PewDiePie’s views have taken a hit in his absence, down from 6.8 million on January 18, to 3.5 million on January 31.
However, that’s understandable and often what happens to a channel when it stops uploading for a while.
Perhaps a better metric to focus on are PewDiePie’s subscribers.
PewDiePie has achieved such success that, despite having two weeks away from YouTube in a short break from his work, he maintains a steady pace of new subscribers.
PewDiePie rests, but his channel does not
PewDiePie sat at 103 million subscribers at the end of January and has earned this fame over more than 10 years of uploading videos almost every day.
Finally, and after announcing in December that he would take a break, PewDiePie moved away from his channel, promising to come back soon.
This is an immense risk for any YouTuber, since many believe that not uploading content regularly can be harmful to their numbers – although this does not seem to be happening to PewDiePie.
The last video dates from January 15, and since then he has continued to gain a large number of subscribers without uploading content.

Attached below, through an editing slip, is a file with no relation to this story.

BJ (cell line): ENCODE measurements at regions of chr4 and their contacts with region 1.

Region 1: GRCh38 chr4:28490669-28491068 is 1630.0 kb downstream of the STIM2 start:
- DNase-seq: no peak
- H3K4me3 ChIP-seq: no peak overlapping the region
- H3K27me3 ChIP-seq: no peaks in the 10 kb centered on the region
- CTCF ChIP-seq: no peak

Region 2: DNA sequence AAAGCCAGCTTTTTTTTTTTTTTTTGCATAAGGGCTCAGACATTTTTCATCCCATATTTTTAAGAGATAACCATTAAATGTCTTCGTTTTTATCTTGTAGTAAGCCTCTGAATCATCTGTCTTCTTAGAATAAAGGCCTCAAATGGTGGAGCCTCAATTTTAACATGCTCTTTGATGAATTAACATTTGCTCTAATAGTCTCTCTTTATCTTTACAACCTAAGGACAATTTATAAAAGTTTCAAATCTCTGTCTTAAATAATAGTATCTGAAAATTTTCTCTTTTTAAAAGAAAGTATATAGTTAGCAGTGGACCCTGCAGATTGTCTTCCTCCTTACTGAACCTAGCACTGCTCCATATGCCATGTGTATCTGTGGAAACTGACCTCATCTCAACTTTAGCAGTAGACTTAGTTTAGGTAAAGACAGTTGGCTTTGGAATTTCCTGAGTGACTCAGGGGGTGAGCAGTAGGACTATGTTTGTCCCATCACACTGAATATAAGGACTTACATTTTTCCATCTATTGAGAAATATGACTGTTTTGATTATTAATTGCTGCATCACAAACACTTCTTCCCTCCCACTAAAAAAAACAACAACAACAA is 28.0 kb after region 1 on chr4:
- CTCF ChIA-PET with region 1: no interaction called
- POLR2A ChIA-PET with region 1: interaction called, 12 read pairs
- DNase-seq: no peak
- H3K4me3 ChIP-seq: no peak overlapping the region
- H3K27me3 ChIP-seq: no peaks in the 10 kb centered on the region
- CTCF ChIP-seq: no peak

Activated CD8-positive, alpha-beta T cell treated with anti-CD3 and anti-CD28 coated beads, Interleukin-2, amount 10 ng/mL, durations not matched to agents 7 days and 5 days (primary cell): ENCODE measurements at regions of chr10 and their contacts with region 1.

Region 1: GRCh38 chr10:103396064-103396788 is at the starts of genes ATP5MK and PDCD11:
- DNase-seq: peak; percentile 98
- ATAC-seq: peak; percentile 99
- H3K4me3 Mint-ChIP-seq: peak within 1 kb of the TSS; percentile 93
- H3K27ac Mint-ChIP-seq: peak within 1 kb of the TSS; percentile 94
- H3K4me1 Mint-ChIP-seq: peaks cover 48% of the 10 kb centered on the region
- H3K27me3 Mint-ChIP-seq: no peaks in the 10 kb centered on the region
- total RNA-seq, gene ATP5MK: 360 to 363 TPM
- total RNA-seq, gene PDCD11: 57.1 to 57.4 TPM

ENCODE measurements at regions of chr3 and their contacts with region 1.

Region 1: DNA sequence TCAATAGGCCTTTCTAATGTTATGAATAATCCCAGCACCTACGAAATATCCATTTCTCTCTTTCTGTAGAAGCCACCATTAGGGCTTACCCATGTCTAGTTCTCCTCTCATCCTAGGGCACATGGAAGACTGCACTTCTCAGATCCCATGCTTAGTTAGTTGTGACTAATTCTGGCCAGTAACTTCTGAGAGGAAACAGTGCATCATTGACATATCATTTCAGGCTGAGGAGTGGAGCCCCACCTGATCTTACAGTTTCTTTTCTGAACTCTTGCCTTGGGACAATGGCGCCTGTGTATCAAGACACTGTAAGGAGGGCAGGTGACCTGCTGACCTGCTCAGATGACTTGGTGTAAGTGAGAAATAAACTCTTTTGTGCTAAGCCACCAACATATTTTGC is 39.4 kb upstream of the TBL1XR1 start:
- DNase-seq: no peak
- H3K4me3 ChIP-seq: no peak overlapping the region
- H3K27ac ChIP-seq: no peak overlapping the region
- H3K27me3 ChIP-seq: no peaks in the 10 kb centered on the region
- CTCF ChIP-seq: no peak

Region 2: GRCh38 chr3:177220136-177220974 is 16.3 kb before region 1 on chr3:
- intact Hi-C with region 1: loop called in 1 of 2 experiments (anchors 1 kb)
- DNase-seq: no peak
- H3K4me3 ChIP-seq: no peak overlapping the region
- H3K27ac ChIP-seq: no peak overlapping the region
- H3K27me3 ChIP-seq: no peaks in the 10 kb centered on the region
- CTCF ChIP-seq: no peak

In fact, according to statistics presented by SocialBlade, the channel has been earning on average about 33,000 subscribers a day since its break began.
The great responsibility that comes with fame
Although breaking the barrier of 103 million subscribers is an achievement, PewDiePie has admitted in the past that, despite doing what he enjoys, doing it at a daily pace generates a great deal of stress.
This syndrome, often known as “burnout”, is experienced by many YouTubers no matter how popular they are.
Despite the negative effects that this has on the health of content creators, they try to continue uploading videos regularly due to the great fear generated by the loss of visits if breaks are taken.
Very surely, this was one of PewDiePie’s concerns, although at the moment it does not seem that the impact on his channel is a problem.
It is estimated that by mid-February PewDiePie could exceed 104 million subscribers.